Francisco Chagas Chafre de Souza, a leader of the Apurina in Brazil’s Amazon region, speaks at a meeting of indigenous people from North America and South America at the Jesuit General Curia in Rome Oct. 17, 2019. Also pictured are Dona Zenilda with the Xucuru people of northeast Brazil, and Ednamar de Oliveira Viana, a leader of the Satere-Mawe people in Brazil. The meeting was a side event to the Synod of Bishops for the Amazon. (CNS photo/Paul Haring)

VATICAN CITY (CNS) — Pope Francis and members of the Synod of Bishops for the Amazon repeatedly vowed to support, defend and accompany the region’s indigenous people.

But a few hours after having a special meeting with the pope, three indigenous leaders encouraged others from North and South America “to walk with Pope Francis and not leave him by himself.”

The pope met Oct. 17 with about 40 indigenous people from the Amazon, a group that included representatives participating in the synod and others who were in Rome for synod-related events.


According to the Vatican press office, the meeting began with indigenous leaders thanking the pope for convoking the synod and asking his help in securing “a serene and happy life for their people, taking care of their land and protecting their waters so that their descendants may enjoy them.”

Pope Francis’ comments to them focused on evangelization and how the Gospel message can and must take on an Amazonian character among their people.

The Gospel is like a seed whose growth is strongly influenced by the soil in which it is planted, he said. Christianity “was born in the Jewish world, developed in the Greco-Latin world and reached other lands — like the Slavic, the Asian, the American,” the Vatican statement said.

The Gospel must be inculturated, the pope said, because “people receive the proclamation of Jesus with their own culture.”

A few hours after the meeting with the pope, the Amazon indigenous joined indigenous leaders from the United States and Canada for a dialogue on common challenges and threats their people face and on efforts to protect and defend their lands.

The dialogue began with a prayer and a smudge ceremony. Sister Priscilla Solomon, an Ojibway and a Sister of St. Joseph Sault Ste. Marie from Canada, held a bowl of sage, tobacco, sweet grass and cedar that was lighted for the prayer chanted by a representative of the Lakota Sioux from South Dakota.

Participants used the smoke to cleanse their minds, hearts, lips and ears and prepare for the dialogue. Then, to the beat of a Lakota drum, they took their places in the conference hall.

Francisco Chagas de Souza, a leader of the Apurina in Brazil’s Amazon region, said the Catholic Church is the only supporter his people have in their struggle for recognition of their lands and for stopping “invasions” by those who show “a lack of respect toward mother nature and our water, a lack of respect for our rights.”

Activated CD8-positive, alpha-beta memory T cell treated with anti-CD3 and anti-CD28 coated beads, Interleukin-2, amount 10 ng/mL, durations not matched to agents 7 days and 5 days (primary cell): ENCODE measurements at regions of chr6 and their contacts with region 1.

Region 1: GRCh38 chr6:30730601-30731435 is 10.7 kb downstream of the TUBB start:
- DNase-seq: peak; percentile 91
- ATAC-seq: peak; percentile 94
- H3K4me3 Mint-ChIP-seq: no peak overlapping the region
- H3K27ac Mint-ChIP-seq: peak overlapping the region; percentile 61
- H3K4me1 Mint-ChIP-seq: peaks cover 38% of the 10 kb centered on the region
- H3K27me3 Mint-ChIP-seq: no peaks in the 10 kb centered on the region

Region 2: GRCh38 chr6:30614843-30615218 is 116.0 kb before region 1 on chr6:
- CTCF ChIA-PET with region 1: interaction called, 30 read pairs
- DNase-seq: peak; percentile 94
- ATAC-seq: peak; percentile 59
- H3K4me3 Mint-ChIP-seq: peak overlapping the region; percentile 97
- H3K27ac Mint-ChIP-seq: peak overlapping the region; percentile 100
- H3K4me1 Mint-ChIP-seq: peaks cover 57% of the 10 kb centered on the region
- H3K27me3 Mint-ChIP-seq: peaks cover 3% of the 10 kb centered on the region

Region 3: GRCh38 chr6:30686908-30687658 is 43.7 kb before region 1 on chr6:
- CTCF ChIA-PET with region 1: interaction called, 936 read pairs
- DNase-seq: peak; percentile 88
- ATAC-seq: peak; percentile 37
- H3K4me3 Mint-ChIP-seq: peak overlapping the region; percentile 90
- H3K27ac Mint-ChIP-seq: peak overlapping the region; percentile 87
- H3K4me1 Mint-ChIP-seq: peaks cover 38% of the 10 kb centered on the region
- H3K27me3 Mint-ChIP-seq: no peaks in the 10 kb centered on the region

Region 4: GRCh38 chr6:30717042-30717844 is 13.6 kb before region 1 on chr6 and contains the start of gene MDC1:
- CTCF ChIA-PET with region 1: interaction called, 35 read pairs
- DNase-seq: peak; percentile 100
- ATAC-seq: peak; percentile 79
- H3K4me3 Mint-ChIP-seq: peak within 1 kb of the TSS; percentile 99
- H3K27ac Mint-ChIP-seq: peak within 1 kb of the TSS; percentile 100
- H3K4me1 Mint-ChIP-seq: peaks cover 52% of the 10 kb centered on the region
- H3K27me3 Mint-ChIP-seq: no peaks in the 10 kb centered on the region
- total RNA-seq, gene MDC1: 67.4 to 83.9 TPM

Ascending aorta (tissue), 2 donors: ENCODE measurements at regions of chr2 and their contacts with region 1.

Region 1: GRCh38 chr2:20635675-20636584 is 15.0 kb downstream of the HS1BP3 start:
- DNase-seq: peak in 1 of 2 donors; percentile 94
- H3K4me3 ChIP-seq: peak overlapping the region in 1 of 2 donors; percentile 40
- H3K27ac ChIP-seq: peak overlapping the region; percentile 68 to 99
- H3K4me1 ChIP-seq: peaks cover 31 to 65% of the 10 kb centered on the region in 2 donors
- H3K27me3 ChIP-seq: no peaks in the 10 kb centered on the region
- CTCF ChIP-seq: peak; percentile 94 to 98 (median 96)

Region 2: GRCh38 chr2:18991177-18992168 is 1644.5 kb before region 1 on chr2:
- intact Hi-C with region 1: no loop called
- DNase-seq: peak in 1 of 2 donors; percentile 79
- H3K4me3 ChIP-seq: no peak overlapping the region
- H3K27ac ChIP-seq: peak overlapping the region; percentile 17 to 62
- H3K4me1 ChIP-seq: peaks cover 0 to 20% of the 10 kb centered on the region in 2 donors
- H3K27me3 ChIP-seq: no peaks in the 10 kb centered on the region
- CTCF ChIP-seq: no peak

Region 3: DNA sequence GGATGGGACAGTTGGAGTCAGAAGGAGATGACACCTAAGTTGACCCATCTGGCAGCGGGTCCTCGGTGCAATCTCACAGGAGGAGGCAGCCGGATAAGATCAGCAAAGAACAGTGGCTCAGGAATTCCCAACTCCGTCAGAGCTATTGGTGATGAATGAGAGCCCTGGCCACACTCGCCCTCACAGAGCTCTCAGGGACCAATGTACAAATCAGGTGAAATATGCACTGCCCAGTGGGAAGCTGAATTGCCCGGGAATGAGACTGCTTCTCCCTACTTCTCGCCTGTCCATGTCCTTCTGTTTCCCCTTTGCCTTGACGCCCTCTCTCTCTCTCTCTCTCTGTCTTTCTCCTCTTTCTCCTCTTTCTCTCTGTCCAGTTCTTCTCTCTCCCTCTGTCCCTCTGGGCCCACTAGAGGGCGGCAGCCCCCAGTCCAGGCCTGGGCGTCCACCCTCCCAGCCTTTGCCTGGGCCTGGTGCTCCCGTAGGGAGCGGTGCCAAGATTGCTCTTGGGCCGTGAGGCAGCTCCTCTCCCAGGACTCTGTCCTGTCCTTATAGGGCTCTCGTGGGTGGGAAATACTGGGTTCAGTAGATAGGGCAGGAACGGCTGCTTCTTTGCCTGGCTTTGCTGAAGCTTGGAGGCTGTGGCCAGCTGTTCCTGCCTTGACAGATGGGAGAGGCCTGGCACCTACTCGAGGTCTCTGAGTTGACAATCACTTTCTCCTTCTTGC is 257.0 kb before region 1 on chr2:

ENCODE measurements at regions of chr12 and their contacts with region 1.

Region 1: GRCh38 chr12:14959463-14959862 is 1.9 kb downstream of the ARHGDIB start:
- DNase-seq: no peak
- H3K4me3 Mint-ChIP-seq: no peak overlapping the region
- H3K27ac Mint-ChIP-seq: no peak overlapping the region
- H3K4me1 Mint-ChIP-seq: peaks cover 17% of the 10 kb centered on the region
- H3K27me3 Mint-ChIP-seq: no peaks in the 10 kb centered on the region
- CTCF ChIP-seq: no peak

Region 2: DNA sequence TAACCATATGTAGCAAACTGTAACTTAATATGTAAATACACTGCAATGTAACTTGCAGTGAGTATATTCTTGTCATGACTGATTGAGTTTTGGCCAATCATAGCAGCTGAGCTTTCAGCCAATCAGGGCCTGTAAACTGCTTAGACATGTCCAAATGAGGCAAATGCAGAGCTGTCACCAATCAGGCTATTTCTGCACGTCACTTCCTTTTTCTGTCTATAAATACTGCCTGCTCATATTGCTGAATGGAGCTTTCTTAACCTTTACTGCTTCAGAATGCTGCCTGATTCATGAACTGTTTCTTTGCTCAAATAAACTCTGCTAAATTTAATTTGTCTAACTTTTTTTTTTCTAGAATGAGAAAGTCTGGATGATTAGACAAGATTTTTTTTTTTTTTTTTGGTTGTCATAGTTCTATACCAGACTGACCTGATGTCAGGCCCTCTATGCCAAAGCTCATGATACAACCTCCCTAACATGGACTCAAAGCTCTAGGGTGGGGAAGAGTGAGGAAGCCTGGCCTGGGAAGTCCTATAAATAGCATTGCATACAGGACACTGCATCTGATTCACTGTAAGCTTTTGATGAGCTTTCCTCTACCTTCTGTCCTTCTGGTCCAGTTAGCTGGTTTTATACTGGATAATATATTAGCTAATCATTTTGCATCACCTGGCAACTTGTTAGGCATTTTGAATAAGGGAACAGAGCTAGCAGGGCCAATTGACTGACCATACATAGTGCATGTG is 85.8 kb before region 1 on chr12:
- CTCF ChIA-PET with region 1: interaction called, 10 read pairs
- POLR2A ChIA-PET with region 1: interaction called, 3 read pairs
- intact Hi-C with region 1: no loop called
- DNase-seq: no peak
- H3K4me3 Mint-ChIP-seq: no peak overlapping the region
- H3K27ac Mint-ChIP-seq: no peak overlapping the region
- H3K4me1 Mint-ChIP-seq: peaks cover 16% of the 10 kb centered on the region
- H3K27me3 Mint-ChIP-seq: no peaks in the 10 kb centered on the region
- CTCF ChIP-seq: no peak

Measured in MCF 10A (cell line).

“Join our fight,” he asked the North Americans. “Only together can we fight the evil affecting my region.”

Ednamar de Oliveira Viana, a leader of the Satere-Mawe people in Brazil, told the group how “many people have died” resisting the “invasion” of their traditional lands. “We need to be strong and resilient and work hand in hand. Let’s not leave Pope Francis alone in this. We need to be committed to protecting our common home.”

“We do not have another planet, another Earth,” she said. “This planet is the planet chosen by God for us and we must protect it.”

Dona Zenilda, who assumed a leadership role with the Xucuru people of Northeast Brazil after her husband was murdered, urged indigenous people from North and South America to unite in honoring the sacrifice of their martyrs by defending their land.

“We have to walk with Pope Francis and not leave him alone,” she said. “And we must all pray together because only together can we protect our mother Earth.”

Archbishop Donald Bolen of Regina, Saskatchewan, who accompanied the Canadian delegation, told the gathering that Pope Francis’ encyclical “Laudato Si'” on integral ecology “calls us to a new depth of solidarity, which rises beyond national borders, which bridges cultures, which seeks encounters with others and a new way of walking together.”

Such a solidarity, he said, “begins when we hear the pain of the Earth and the suffering of our brothers and sisters, and we respond together.”

Although not the focus of the synod, the archbishop said he hoped the gathering in the Vatican would give birth to “conversations like this: conversations between North and South, conversations between indigenous and non-indigenous people, who desperately need to hear each other.”